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Forthcoming book: The Birds of Wales/Adar Cymru
The publishers of a new national avifauna are offering a discount on pre-orders placed before 30 June 2021. Supported by LERC Wales, the new book has been produced by volunteers from the Welsh Ornithological Society.
The core of the book is the 451 species accounts, built on data collected over the last century, and the written history and archaeological record of Wales since before the last Ice Age. In addition, there are shorter accounts of more than 100 non-native species that have occurred ‘in the wild’.
Richly illustrated by some of the country’s leading nature photographers, the book tells the stories of all the birds recorded here, whether common or rare, and anticipates what may occur in the coming decades. Knowledge of many species has improved thanks to monitoring by volunteers, and information from all the major recording schemes has been used by authors of the species accounts, many of whom are acknowledged experts on the species.
The Birds of Wales traces the earliest evidence, such as Barnacle Geese that bred in Pembrokeshire before the last Ice Age and the footprints of Common Crane preserved in Severn Estuary mud around 7,000 years ago. The authors have also explored the historic record in English, Welsh and Latin. Gerald of Wales documented what is probably the earliest bird identification dispute in 1188, an argument about whether a bird heard near Caernarfon was an oriole or a woodpecker.
The book describes, for the first time, the history of bird recording and conservation in Wales and the environmental context that has resulted in big changes for our birds. It will be no great surprise that only a quarter of breeding species have experienced an improvement in status since 1900. Nonetheless, Wales is significant for its populations of Chough, Hawfinch and Pied Flycatcher, and our Manx Shearwaters are of global importance. Looking to the future, it finds that one-third of Welsh breeding species are projected to lose some or all of their geographic range here by the end of the century. It will have an essential place on the bookshelf of everyone with an interest in birds in Wales.
The Birds of Wales will be published, in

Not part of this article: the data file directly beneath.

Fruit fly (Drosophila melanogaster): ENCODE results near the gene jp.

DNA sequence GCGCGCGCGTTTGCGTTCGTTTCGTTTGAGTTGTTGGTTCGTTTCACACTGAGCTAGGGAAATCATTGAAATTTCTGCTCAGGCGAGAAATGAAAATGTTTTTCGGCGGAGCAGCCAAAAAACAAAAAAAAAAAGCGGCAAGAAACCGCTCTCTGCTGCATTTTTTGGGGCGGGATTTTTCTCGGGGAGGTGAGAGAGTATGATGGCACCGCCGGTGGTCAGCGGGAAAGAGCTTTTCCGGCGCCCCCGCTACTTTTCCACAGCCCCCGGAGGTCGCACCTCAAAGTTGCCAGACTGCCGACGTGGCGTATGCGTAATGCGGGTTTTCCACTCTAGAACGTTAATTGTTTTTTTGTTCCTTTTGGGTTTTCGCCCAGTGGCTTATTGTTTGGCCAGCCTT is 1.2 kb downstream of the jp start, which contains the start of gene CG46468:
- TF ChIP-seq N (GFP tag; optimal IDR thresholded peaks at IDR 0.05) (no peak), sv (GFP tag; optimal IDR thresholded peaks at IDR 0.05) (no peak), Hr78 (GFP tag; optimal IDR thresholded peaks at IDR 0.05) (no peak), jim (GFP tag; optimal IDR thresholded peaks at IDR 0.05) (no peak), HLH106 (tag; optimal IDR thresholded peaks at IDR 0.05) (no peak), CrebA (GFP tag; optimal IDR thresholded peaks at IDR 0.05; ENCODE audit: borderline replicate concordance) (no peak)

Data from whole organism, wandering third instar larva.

English, by Liverpool University Press on 1 July 2021, price £45. It can
be ordered at the pre-publication price of £25, plus p&p until 30 June. Use
the code WALES50. liverpooluniversitypress.co.uk/r/birds-of-wales
or phone 07766 472078.
If you want to record your wildlife sightings for the Watching Nature Recover camera trap project please use the link below.
The spreadsheet has the necessary headings and includes a link to a website for finding grid references.
atlas of butterfly records
prepared by Douglas Boyes (County Butterfly Recorder for
Montgomeryshire) outlines the 43 butterfly species recorded in Montgomeryshire.
It includes distribution maps, information on the biology of each species,
details on recording butterflies and a map to highlight the most under-recorded
areas of the county.
Vice County Recorder for dragonflies in Radnorshire, Bob Dennison, has produced the 2020 report, which you can download here.
The slides from our Winter Tree ID training zoom held on 5th December 2020.
Each year the BIS Manager produces a report detailing our finances, funding, staff, data, data providers, technical developments, the services we provide and our efforts to encourage wildlife recording. The latest report for the financial year 2019-2020 can be read using the link below.
The Managers Report for April 2019 to March 2020 was presented to the BIS Directors at the November 2020 AGM.
The latest community update from the BBNP.
Our 30th issue contains an array of articles on mammals, highlighting the value of trail cameras, many an exciting bee & wasp sighting, new discoveries across the BIS area, a mothing marathon, an introduction to new BIS Manager, Bradley Welch and look back at the achievements & memories of the past 16 years with previous manager Janet Imlach. There’s news on two new projects and a report of some success in the control of invasive species in the Brecon Beacons National Park. Our regular Recorder of the Season continues the mammal theme and contains some wonderful photography and Data Officer Jo takes a look at the datasets imported this year as we edge towards 3 million records.
Read or Download a PDF from the link below or visit issuu.com to read it in magazine style, click here.
The first official red list for mammals has been compiled by the Mammal
Society. It's sobering reading with 11 of the 47 native mammals at
imminent risk of extinction.
There is a separate list for Wales, click below. There's more information on the Mammal Society website.
BIS is now recruiting for an LERC Manager.